Edward Seymour

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T his is the first in a series of three articles concerning the National ITS Architecture. The objective of the series is to convey key ITS Architecture facts and concepts to transportation practitioners who will be implementing and operating ITS systems. This initial article describes the National ITS Architecture using an economic analogy. As with many(More)
The major climate drivers discussed in chapter 3.0 have significant implications for the transportation system in the Gulf Coast region. This chapter provides an overview, in section 4.1, of the impacts of climate change on the region's transportation infrastructure. It starts with a summary organized around the primary climate effects addressed in chapter(More)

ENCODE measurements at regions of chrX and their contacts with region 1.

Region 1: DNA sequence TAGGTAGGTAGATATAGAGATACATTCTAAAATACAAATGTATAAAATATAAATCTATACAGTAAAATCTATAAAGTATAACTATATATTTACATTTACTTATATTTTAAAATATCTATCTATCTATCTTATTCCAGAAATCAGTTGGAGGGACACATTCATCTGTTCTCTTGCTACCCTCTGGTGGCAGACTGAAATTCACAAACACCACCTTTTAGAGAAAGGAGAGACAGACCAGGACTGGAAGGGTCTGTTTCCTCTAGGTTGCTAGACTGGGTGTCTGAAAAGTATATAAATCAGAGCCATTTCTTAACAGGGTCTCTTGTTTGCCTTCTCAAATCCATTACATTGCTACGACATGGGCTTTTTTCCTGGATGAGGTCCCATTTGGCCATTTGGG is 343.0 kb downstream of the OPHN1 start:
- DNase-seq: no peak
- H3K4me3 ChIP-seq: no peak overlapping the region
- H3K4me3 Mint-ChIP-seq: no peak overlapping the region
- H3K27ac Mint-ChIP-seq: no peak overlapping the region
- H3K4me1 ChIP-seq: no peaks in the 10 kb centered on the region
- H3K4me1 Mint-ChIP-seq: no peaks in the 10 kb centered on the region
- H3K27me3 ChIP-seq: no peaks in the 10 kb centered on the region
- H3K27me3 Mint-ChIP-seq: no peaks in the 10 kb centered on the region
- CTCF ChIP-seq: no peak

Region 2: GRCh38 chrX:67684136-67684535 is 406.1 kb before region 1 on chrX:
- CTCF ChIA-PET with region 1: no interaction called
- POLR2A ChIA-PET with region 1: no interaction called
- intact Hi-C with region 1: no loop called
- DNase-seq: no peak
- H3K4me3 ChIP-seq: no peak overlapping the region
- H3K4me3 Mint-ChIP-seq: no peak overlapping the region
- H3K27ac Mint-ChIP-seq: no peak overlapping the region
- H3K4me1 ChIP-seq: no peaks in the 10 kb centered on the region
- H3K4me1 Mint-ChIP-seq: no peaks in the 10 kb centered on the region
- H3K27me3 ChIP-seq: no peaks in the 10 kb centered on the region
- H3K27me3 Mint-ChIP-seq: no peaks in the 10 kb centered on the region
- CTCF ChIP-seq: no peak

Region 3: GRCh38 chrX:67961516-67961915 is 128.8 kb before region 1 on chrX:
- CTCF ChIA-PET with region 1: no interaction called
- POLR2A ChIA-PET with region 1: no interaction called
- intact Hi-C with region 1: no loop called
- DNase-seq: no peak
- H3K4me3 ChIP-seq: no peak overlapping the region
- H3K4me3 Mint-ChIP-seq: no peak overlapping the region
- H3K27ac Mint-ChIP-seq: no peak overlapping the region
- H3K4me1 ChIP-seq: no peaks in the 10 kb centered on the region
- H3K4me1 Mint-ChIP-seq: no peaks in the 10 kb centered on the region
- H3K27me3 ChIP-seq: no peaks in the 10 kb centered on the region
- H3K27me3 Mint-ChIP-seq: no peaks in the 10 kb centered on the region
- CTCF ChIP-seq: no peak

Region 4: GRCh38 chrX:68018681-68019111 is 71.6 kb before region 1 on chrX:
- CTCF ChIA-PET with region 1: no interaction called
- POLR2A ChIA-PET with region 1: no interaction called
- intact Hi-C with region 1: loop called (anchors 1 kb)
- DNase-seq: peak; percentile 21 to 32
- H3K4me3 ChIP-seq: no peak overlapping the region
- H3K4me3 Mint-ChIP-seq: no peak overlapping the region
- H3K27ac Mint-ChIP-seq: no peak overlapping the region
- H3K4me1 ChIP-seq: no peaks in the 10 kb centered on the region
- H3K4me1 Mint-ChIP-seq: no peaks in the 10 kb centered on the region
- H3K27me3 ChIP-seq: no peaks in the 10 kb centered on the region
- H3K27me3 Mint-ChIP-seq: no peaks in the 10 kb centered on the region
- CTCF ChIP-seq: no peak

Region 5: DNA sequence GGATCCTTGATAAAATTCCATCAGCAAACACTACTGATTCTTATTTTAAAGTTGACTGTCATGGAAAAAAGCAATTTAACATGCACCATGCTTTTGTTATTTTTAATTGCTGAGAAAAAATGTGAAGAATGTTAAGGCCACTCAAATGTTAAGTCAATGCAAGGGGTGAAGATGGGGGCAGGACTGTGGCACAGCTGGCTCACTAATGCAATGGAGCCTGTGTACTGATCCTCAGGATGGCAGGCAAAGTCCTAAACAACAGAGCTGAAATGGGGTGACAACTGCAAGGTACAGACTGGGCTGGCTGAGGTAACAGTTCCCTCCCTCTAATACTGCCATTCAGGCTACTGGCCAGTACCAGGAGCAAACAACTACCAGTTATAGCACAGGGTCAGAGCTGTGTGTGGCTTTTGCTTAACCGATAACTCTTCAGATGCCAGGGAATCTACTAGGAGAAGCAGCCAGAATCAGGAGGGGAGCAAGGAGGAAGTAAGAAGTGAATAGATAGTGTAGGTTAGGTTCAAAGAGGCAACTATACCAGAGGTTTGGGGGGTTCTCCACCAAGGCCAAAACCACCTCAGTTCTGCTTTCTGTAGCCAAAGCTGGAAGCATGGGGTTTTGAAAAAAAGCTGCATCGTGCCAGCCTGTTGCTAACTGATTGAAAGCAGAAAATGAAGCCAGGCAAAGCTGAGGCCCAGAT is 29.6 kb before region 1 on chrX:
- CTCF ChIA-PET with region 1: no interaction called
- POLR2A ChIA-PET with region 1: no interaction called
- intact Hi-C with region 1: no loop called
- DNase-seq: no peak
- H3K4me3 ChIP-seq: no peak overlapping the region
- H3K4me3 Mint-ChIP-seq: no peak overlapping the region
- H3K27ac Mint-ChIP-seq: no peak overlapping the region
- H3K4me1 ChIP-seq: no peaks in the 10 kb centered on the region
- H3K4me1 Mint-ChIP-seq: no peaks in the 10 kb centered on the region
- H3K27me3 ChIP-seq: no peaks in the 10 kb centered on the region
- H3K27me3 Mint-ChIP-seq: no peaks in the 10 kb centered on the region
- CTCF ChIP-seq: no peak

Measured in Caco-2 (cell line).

T he allowance of right turn on red (RTOR) after stop is debated among many traffic engineering professionals. Proponents cite the benefits of increased intersection capacity, reduction of auto pollution emissions, and a savings of energy and time through reduced delay. Opponents express concern about increased accident potential and increased vehicular and(More)
The Phase I Study area includes 48 contiguous coastal counties in 4 States, running from the Galveston Bay region in Texas to the Mobile Bay region in Alabama. This region is home to almost 10 million people living in a range of urban and rural settings, contains some of the Nation's most critical transportation infrastructure, and is highly vulnerable to(More)
The effective control of an active rectifier requires a control system capable of a number of high-speed real-time operations including multiple reference frame transformations. This paper presents a cost-effective, computationally efficient method of control for active rectifiers. An analytical comparison is provided of the technique with respect to an(More)
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